During his second year at Oxford Ned met John Marshall, a middle-class Englishman who was studying to become an Anglican vicar. The two became lovers, and Marshall abandoned theology for the classics curriculum, taking top honors. After his father’s death in 1888, Ned began receiving an annual income of over a million dollars a year. The pair left Oxford the following year and set about converting an austere Georgian mansion (see photo above) in Lewes, East Sussex, into a showplace for classical art. Ned had proposed a plan by which the two would form a partnership to scout, purchase and broker the sale of antiquities. Marshall's parents, however, still expected their son to become a vicar, so Warren upped the ante, knowing that Marshall had long dreamed of living in a manor house. Worked like a charm. Marshall made his contribution to the new enterprise, as well. He educated himself to the point that he knew the value, provenance and authenticity of the pieces Ned was interested in, along the way becoming a skilled negotiator for such purchases. Warren's pockets were deep, and the couple began acquiring art to fill the vast rooms, albeit it at the same level and pace as famed collectors J. P. Morgan, Andrew Carnegie and Henry Frick. Warren went on to become what is generally considered the most important collector of classical antiquities in American history. Warren and Marshall eventually had complete control of the market. Almost everything that was good, whether a new find or an old one, came to them for first refusal; competition had all but ceased.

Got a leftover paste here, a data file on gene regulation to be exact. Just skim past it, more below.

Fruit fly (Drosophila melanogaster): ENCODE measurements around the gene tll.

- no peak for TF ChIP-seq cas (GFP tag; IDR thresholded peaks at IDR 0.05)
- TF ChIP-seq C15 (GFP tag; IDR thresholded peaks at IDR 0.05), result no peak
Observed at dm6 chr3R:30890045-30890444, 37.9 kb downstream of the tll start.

Ned (left) and John shown with their beloved terriers.



Ned commissioned an “anatomically enhanced” version of Rodin's The Kiss (Le Baiser), telling the sculptor that he wanted the male figure to have a prominent penis. Although earlier versions of this statue did not feature a visible male sex organ, Rodin happily complied. This sculpture, turned down by museums in America for being too explicit, now resides at London’s Tate Gallery. Warren’s many bequests to the Boston Museum of Fine Arts and New York’s Metropolitan Museum included large collections of vases and pottery depicting pornographic male images. The Boston museum finally cataloged and exhibited a few of them in 1950, but the Metropolitan tossed theirs into storage, where they remain to this day uncataloged, unphotographed, unexhibited and unacknowledged. Warren’s gifts and acquisitions to the Boston Museum of Fine Arts made up ninety per cent of its classical collection, which is regarded as one of the finest in the world.

A solid silver six-inch tall drinking goblet dating back to the first century was found near Jerusalem, and Ned purchased it from a dealer in Italy soon after its discovery. Since known as the Warren Cup, it illustrates two scenes of a man and a boy having sexual relations while being observed by a servant boy. The craftsmanship is exquisite, especially the finely wrought facial expressions, drapery and hair.